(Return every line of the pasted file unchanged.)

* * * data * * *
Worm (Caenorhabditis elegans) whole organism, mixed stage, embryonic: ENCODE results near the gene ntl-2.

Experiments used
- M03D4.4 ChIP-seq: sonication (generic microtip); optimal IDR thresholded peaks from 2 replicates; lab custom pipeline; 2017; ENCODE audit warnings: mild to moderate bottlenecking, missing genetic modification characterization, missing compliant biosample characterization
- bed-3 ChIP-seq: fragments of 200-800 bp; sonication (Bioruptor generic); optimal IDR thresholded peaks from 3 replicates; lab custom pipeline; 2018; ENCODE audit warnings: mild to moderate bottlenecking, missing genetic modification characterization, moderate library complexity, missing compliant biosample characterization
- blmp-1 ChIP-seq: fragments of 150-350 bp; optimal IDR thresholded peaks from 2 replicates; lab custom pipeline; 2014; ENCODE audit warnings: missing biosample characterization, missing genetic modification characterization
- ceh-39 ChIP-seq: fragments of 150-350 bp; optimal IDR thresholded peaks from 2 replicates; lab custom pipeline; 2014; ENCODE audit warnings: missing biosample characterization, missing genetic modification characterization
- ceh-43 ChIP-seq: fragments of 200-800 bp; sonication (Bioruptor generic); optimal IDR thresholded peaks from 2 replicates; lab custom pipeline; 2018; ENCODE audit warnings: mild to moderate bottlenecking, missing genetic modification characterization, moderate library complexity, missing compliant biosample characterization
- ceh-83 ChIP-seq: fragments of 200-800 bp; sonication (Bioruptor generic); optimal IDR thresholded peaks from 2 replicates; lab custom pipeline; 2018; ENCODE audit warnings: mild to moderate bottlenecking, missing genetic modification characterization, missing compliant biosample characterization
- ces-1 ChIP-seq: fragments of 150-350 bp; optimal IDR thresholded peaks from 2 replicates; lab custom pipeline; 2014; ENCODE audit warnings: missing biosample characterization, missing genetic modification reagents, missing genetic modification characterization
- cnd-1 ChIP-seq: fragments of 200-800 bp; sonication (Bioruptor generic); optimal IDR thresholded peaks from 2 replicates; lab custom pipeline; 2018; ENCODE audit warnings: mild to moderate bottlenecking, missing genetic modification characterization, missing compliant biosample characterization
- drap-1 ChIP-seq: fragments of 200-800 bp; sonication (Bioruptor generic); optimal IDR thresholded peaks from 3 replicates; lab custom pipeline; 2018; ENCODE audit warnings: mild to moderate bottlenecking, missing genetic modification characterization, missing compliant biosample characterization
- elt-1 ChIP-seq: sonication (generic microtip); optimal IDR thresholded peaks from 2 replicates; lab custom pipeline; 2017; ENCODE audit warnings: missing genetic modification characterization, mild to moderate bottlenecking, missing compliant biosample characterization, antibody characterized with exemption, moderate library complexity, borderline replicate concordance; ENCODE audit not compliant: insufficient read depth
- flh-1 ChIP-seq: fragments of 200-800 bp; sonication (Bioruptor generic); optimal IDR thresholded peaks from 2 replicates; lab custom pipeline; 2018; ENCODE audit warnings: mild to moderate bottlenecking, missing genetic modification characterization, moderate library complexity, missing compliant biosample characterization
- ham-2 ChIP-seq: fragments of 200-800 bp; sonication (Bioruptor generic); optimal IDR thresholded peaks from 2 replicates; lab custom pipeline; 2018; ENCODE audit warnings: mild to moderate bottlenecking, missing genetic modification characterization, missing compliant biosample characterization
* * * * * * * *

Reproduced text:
Worm (Caenorhabditis elegans) whole organism, mixed stage, embryonic: ENCODE results near the gene ntl-2.

Experiments used
- M03D4.4 ChIP-seq: sonication (generic microtip); optimal IDR thresholded peaks from 2 replicates; lab custom pipeline; 2017; ENCODE audit warnings: mild to moderate bottlenecking, missing genetic modification characterization, missing compliant biosample characterization
- bed-3 ChIP-seq: fragments of 200-800 bp; sonication (Bioruptor generic); optimal IDR thresholded peaks from 3 replicates; lab custom pipeline; 2018; ENCODE audit warnings: mild to moderate bottlenecking, missing genetic modification characterization, moderate library complexity, missing compliant biosample characterization
- blmp-1 ChIP-seq: fragments of 150-350 bp; optimal IDR thresholded peaks from 2 replicates; lab custom pipeline; 2014; ENCODE audit warnings: missing biosample characterization, missing genetic modification characterization
- ceh-39 ChIP-seq: fragments of 150-350 bp; optimal IDR thresholded peaks from 2 replicates; lab custom pipeline; 2014; ENCODE audit warnings: missing biosample characterization, missing genetic modification characterization
- ceh-43 ChIP-seq: fragments of 200-800 bp; sonication (Bioruptor generic); optimal IDR thresholded peaks from 2 replicates; lab custom pipeline; 2018; ENCODE audit warnings: mild to moderate bottlenecking, missing genetic modification characterization, moderate library complexity, missing compliant biosample characterization
- ceh-83 ChIP-seq: fragments of 200-800 bp; sonication (Bioruptor generic); optimal IDR thresholded peaks from 2 replicates; lab custom pipeline; 2018; ENCODE audit warnings: mild to moderate bottlenecking, missing genetic modification characterization, missing compliant biosample characterization
- ces-1 ChIP-seq: fragments of 150-350 bp; optimal IDR thresholded peaks from 2 replicates; lab custom pipeline; 2014; ENCODE audit warnings: missing biosample characterization, missing genetic modification reagents, missing genetic modification characterization
- cnd-1 ChIP-seq: fragments of 200-800 bp; sonication (Bioruptor generic); optimal IDR thresholded peaks from 2 replicates; lab custom pipeline; 2018; ENCODE audit warnings: mild to moderate bottlenecking, missing genetic modification characterization, missing compliant biosample characterization
- drap-1 ChIP-seq: fragments of 200-800 bp; sonication (Bioruptor generic); optimal IDR thresholded peaks from 3 replicates; lab custom pipeline; 2018; ENCODE audit warnings: mild to moderate bottlenecking, missing genetic modification characterization, missing compliant biosample characterization
- elt-1 ChIP-seq: sonication (generic microtip); optimal IDR thresholded peaks from 2 replicates; lab custom pipeline; 2017; ENCODE audit warnings: missing genetic modification characterization, mild to moderate bottlenecking, missing compliant biosample characterization, antibody characterized with exemption, moderate library complexity, borderline replicate concordance; ENCODE audit not compliant: insufficient read depth
- flh-1 ChIP-seq: fragments of 200-800 bp; sonication (Bioruptor generic); optimal IDR thresholded peaks from 2 replicates; lab custom pipeline; 2018; ENCODE audit warnings: mild to moderate bottlenecking, missing genetic modification characterization, moderate library complexity, missing compliant biosample characterization
- ham-2 ChIP-seq: fragments of 200-800 bp; sonication (Bioruptor generic); optimal IDR thresholded peaks from 2 replicates; lab custom pipeline; 2018; ENCODE audit warnings: mild to moderate bottlenecking, missing genetic modification characterization, missing compliant biosample characterization